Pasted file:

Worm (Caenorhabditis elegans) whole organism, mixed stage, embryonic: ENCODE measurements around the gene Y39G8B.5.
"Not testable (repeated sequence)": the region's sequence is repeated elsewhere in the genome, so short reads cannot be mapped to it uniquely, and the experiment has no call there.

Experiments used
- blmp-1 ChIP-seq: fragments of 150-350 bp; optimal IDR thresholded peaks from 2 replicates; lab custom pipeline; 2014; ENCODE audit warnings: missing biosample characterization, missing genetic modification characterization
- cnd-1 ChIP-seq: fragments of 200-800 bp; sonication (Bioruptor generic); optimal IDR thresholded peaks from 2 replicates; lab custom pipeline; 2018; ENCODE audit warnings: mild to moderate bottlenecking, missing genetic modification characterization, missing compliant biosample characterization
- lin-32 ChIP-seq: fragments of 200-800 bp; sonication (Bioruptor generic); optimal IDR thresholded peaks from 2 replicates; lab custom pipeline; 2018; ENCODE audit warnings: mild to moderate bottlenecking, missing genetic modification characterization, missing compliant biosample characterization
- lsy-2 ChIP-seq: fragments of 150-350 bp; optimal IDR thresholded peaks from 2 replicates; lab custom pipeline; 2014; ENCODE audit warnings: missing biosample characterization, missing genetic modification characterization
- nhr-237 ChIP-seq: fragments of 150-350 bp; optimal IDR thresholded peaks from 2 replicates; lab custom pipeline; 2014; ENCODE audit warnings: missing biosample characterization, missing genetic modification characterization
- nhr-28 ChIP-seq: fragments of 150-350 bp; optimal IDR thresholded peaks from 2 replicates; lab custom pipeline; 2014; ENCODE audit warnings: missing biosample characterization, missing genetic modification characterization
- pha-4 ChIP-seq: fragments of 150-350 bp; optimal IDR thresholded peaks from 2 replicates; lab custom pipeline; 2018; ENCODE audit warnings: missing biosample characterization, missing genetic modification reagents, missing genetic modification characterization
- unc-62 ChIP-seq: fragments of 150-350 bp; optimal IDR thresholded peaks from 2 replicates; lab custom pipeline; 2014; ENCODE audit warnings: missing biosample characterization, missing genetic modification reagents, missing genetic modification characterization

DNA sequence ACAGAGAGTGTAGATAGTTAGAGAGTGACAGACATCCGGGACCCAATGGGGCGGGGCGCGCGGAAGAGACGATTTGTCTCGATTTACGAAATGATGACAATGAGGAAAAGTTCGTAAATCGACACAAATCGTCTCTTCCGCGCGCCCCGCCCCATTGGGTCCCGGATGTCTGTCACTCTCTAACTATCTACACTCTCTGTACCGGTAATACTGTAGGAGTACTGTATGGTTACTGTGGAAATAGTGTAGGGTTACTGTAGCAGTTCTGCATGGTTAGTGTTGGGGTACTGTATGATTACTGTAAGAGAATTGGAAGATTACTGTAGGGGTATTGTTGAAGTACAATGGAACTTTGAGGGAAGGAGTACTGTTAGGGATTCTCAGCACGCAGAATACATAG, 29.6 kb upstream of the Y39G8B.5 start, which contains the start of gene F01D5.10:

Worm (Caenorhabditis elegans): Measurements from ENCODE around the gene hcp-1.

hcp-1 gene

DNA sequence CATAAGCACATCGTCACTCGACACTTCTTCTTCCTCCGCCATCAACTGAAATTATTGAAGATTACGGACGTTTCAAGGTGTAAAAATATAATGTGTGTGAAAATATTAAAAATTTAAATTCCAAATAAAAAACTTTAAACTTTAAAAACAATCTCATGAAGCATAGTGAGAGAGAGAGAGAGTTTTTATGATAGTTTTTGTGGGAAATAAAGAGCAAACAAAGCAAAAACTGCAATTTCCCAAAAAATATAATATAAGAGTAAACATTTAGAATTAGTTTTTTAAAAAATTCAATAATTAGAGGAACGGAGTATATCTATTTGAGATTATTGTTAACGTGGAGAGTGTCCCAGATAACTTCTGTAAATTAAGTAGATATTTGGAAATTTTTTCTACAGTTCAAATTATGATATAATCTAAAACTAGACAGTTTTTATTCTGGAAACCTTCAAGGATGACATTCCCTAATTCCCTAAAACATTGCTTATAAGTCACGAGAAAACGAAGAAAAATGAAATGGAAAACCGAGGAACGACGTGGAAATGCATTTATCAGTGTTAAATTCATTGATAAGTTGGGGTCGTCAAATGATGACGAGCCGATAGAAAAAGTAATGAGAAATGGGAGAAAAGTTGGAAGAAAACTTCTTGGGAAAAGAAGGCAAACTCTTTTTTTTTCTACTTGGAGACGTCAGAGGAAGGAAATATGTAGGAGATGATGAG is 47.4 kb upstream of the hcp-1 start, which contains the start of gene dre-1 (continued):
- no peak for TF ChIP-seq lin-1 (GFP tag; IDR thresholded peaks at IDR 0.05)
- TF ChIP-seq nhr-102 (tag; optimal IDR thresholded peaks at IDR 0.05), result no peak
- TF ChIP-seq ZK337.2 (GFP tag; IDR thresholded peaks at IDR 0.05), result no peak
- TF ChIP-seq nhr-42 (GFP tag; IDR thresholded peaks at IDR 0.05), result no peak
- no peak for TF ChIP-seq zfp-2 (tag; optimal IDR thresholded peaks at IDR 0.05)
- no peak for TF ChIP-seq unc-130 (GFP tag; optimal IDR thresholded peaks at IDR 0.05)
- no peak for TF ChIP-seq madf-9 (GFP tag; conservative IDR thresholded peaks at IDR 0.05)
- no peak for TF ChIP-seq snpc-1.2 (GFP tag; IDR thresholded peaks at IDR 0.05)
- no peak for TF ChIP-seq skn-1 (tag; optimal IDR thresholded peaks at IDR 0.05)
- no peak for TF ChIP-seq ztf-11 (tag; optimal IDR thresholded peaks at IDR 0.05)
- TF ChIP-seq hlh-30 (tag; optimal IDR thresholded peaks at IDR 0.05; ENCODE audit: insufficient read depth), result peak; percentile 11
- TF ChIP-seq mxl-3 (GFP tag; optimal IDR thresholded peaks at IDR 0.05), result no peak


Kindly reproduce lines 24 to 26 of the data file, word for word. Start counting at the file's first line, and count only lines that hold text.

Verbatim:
- no peak for TF ChIP-seq skn-1 (tag; optimal IDR thresholded peaks at IDR 0.05)
- no peak for TF ChIP-seq ztf-11 (tag; optimal IDR thresholded peaks at IDR 0.05)
- TF ChIP-seq hlh-30 (tag; optimal IDR thresholded peaks at IDR 0.05; ENCODE audit: insufficient read depth), result peak; percentile 11